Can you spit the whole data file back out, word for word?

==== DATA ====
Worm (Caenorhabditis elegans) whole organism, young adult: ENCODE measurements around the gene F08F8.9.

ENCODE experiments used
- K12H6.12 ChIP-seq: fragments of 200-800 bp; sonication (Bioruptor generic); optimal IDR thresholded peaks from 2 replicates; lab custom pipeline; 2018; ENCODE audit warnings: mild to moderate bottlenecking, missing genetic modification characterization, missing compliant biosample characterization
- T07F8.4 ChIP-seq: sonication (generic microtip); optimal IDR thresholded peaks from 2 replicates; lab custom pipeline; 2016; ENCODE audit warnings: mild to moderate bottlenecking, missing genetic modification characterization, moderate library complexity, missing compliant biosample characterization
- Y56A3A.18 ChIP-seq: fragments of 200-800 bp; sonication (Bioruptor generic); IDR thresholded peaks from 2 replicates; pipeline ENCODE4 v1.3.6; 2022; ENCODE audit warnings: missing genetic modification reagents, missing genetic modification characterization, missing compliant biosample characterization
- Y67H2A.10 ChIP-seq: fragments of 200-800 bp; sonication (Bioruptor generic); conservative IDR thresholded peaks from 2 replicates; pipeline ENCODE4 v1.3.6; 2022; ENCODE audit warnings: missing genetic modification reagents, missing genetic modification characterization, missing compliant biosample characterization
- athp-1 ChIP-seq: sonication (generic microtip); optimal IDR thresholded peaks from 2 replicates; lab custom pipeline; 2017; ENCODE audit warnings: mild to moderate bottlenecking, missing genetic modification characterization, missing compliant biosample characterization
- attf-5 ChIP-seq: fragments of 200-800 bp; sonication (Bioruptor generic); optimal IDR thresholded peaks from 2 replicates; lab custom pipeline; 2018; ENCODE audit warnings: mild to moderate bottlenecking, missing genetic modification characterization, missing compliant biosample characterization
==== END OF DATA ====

Worm (Caenorhabditis elegans) whole organism, young adult: ENCODE measurements around the gene F08F8.9.

ENCODE experiments used
- K12H6.12 ChIP-seq: fragments of 200-800 bp; sonication (Bioruptor generic); optimal IDR thresholded peaks from 2 replicates; lab custom pipeline; 2018; ENCODE audit warnings: mild to moderate bottlenecking, missing genetic modification characterization, missing compliant biosample characterization
- T07F8.4 ChIP-seq: sonication (generic microtip); optimal IDR thresholded peaks from 2 replicates; lab custom pipeline; 2016; ENCODE audit warnings: mild to moderate bottlenecking, missing genetic modification characterization, moderate library complexity, missing compliant biosample characterization
- Y56A3A.18 ChIP-seq: fragments of 200-800 bp; sonication (Bioruptor generic); IDR thresholded peaks from 2 replicates; pipeline ENCODE4 v1.3.6; 2022; ENCODE audit warnings: missing genetic modification reagents, missing genetic modification characterization, missing compliant biosample characterization
- Y67H2A.10 ChIP-seq: fragments of 200-800 bp; sonication (Bioruptor generic); conservative IDR thresholded peaks from 2 replicates; pipeline ENCODE4 v1.3.6; 2022; ENCODE audit warnings: missing genetic modification reagents, missing genetic modification characterization, missing compliant biosample characterization
- athp-1 ChIP-seq: sonication (generic microtip); optimal IDR thresholded peaks from 2 replicates; lab custom pipeline; 2017; ENCODE audit warnings: mild to moderate bottlenecking, missing genetic modification characterization, missing compliant biosample characterization
- attf-5 ChIP-seq: fragments of 200-800 bp; sonication (Bioruptor generic); optimal IDR thresholded peaks from 2 replicates; lab custom pipeline; 2018; ENCODE audit warnings: mild to moderate bottlenecking, missing genetic modification characterization, missing compliant biosample characterization